Awhitu Volunteer Rural Fire Force Adds Value for its Community

  Posted on 9th September 2010 by Loralee Hyde in UFBA News

Fire Chief Howard Logan and his brigade found a way to better serve the residents of the Awhitu Peninsula in South Auckland – and it’s all based on building solid relationships.

Firefighters know just how valuable every second is in emergency situations.  But how do you improve response time to medical emergencies when you’re covering a large, isolated area and the nearest ambulance station is 28 kilometres away?  That’s the challenge for Chief Howard Logan and the Awhitu Volunteer Rural Fire Force.

The brigade handles a minimum of 30 medical calls each year in the Awhitu Peninsula outside of Auckland - spanning 20 kilometres from north to south and seven kilometres from east to west. 

“The closest ambulance station is 28 kilometres south of the fire station in Waiuku, and it’s another 10 K to the top of the peninsula,” says Logan.  “Even when the ambulance really goes for it, it could take up to an hour for the paramedics to arrive at a medical call, especially when they’re travelling through unfamiliar terrain.

“There are also times when the Waiuku ambulance is at another call, so the paramedics come from the Middlemore Hospital – 80 kilometres away.”

Distances and travelling times can be deceptive looking at the map - the Awhitu Peninsula looks so close to Auckland - just across the Manukau Harbour - but it’s a long way around by road.

“That’s why it’s so important for our brigade to respond to calls quickly.  With cardiac arrests, you only have seven minutes,” says Logan.

Ten years ago, the need for speed led Logan and his brigade to find a better way of serving local residents.  They came up with the idea of creating a network in the community that would enable them to get first responders to incidents more quickly - a system that they’ve continued to improve over time.

The network includes 30 brigade members, two registered nurses, one member of Land Search & Rescue, and three local women who volunteered to take turns acting as coordinators. 

The idea behind the system is to get someone from the brigade to every medical incident as soon as possible – with or without the brigade’s medical vehicle.

To do this, Logan created a grid where brigade members – all first aid trained, and four of them certified in pre-hospital emergency care (PHEC) – are segmented based on where they live.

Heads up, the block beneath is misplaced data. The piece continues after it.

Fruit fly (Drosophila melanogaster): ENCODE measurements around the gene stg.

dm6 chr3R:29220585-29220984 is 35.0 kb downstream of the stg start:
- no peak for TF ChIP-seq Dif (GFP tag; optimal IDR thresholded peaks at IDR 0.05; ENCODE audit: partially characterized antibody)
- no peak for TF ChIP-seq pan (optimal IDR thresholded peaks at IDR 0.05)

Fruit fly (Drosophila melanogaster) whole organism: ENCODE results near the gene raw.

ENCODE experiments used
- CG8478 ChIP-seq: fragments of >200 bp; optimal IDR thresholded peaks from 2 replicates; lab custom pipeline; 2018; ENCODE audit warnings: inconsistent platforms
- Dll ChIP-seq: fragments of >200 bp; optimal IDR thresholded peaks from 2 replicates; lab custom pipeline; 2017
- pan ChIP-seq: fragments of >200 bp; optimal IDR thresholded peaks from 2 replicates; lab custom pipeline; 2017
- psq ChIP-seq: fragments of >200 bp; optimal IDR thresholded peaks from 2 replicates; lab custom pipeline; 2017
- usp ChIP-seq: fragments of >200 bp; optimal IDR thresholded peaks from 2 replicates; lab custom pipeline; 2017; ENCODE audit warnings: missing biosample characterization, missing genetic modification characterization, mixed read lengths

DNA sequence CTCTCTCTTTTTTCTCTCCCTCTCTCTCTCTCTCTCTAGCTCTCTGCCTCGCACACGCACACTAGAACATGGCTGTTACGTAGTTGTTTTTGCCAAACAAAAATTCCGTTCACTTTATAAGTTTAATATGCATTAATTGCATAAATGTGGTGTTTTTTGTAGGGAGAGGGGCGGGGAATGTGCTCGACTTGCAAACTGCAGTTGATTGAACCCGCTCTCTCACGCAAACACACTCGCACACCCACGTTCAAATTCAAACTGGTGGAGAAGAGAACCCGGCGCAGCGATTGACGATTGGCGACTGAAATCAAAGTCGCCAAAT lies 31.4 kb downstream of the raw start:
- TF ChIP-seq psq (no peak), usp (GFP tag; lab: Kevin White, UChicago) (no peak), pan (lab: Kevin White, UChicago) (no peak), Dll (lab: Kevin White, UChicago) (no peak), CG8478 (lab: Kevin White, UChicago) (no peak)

The coordinator on duty carries a medical pager and, when a medical call comes in, refers to the grid and calls the firefighters who live in the immediate area.  These first responders go straight to the location, identify the property, provide reassurance to the family, and administer first aid.

At the same time, the nurses and PHEC-certified firefighters  - also equipped with medical pagers – contact the coordinator on duty to determine whether additional support is required. 

And as part of standard operating procedure, the coordinator calls around to get someone close by the station to pick up the medical vehicle.  If she feels she can’t get a good enough response, she calls the Fire Service and asks for all 30 of the brigade’s firefighters to be dispatched.

“The coordinators are the key to the whole system, and while it’s not perfect, it’s worked out well for us so far,” Logan says.  “Getting first responders to medical incidents right away puts people at ease.  It’s so valuable having those first people on the scene because they can assess the situation quickly and identify what extra resources may be needed to handle it properly.”

“In one situation, our people turned up and knew right away that the Westpac helicopter would be needed.  By saving time in that case, we ended up saving a life.”

Twenty-one years ago, Logan was one of the founding members of the brigade, and over the decades, he’s learned the importance of maintaining good relationships.  The Awhitu Rural Fire Force has fostered very positive relationships with the Westpac helicopter, the Waiuku Volunteer Fire Brigade, and the ambulance service.

“It’s a lot of people coming together to serve our community better,” Logan says.  “All the people and organizations we work with are important pieces of the puzzle, and we couldn’t do what we do without one of those pieces.”  

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